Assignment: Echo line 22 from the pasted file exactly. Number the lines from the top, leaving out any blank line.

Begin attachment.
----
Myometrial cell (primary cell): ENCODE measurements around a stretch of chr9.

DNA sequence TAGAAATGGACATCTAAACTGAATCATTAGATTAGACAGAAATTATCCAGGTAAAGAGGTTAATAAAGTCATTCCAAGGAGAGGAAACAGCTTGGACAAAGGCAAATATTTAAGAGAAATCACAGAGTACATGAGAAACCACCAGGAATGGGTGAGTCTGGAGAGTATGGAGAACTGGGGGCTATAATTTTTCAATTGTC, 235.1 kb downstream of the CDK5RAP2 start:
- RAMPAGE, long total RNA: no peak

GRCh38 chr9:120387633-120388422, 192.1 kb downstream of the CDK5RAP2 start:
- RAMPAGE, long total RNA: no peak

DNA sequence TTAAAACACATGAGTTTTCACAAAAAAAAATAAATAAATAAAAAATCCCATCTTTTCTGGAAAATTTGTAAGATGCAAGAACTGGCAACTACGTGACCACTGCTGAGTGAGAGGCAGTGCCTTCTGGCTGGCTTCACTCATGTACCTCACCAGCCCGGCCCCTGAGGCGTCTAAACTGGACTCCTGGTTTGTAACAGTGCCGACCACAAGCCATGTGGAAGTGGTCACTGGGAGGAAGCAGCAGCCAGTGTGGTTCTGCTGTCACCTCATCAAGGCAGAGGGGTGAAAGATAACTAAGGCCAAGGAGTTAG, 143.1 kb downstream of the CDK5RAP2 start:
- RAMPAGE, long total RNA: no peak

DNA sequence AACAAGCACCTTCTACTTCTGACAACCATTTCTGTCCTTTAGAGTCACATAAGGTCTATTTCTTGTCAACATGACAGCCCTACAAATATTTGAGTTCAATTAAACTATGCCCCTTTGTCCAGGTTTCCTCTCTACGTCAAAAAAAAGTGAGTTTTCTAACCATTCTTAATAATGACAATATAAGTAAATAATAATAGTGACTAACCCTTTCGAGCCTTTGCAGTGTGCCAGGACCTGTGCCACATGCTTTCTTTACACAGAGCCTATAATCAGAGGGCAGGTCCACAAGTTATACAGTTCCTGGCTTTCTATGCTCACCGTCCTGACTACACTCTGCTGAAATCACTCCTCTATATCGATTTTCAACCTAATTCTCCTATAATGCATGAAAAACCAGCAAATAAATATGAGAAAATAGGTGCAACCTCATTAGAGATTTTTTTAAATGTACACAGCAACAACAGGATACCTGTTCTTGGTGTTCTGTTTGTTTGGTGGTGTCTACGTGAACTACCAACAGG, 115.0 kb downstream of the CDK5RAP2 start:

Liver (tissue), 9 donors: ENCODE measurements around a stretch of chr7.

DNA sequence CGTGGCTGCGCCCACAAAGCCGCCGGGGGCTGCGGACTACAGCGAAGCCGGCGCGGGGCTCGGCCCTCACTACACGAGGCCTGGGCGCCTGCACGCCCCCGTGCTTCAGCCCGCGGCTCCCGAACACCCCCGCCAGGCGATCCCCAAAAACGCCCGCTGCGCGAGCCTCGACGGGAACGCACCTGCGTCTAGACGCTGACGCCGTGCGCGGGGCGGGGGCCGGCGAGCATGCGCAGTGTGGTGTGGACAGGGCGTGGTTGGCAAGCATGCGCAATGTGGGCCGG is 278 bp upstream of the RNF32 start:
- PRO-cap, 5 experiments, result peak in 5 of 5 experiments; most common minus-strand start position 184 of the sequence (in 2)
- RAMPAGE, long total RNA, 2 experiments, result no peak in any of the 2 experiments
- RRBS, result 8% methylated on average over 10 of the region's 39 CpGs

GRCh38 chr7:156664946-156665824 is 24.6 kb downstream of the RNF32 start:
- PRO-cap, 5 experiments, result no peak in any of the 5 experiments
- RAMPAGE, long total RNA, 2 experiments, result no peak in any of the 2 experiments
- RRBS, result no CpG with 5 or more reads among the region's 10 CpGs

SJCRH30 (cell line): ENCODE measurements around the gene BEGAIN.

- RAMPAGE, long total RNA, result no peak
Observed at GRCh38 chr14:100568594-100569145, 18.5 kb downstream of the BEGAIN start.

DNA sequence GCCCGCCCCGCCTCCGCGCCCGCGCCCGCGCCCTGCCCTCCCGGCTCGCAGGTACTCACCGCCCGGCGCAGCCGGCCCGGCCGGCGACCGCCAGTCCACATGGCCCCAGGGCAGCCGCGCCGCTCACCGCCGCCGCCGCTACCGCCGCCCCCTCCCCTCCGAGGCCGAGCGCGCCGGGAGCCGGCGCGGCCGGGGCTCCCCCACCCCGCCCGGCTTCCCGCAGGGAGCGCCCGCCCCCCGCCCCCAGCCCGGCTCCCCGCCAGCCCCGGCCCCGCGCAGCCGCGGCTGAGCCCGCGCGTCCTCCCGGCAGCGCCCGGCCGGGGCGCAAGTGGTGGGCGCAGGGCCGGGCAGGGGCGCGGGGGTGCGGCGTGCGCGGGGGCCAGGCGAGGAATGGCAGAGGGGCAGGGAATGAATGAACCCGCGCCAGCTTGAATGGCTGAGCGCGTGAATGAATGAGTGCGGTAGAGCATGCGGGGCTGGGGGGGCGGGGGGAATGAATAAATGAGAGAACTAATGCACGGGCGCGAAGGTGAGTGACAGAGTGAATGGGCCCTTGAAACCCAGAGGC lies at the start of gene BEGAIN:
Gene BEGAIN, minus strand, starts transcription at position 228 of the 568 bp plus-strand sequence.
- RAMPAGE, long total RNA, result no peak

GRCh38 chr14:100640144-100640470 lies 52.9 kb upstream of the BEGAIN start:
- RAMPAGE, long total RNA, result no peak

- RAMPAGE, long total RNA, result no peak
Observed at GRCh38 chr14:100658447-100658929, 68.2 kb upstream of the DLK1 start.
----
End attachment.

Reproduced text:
Gene BEGAIN, minus strand, starts transcription at position 228 of the 568 bp plus-strand sequence.